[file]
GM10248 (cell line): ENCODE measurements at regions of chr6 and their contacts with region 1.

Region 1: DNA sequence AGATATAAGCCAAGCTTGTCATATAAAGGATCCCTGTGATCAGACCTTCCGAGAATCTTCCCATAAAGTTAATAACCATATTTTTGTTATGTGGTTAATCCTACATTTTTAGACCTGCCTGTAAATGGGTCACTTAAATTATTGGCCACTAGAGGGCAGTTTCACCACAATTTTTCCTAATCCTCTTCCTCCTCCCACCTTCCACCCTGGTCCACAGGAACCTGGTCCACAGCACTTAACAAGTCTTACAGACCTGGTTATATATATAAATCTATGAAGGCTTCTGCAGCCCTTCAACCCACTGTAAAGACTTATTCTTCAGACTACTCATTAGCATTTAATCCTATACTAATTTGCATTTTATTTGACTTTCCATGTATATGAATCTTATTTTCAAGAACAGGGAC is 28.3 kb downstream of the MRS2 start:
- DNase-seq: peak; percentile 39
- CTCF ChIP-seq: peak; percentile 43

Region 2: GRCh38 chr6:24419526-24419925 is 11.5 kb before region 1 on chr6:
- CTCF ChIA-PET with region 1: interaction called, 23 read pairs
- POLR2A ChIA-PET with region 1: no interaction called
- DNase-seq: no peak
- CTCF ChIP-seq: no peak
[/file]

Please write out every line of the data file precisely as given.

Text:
GM10248 (cell line): ENCODE measurements at regions of chr6 and their contacts with region 1.

Region 1: DNA sequence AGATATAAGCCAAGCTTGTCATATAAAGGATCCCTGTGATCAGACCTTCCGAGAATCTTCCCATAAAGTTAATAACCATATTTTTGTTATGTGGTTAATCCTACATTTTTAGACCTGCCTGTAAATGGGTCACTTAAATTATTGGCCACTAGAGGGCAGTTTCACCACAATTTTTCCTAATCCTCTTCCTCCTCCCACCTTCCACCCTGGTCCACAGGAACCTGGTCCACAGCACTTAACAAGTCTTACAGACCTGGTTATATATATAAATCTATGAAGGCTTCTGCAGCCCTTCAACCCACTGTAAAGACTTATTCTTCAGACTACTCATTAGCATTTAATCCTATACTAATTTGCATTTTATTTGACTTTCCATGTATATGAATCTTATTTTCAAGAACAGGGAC is 28.3 kb downstream of the MRS2 start:
- DNase-seq: peak; percentile 39
- CTCF ChIP-seq: peak; percentile 43

Region 2: GRCh38 chr6:24419526-24419925 is 11.5 kb before region 1 on chr6:
- CTCF ChIA-PET with region 1: interaction called, 23 read pairs
- POLR2A ChIA-PET with region 1: no interaction called
- DNase-seq: no peak
- CTCF ChIP-seq: no peak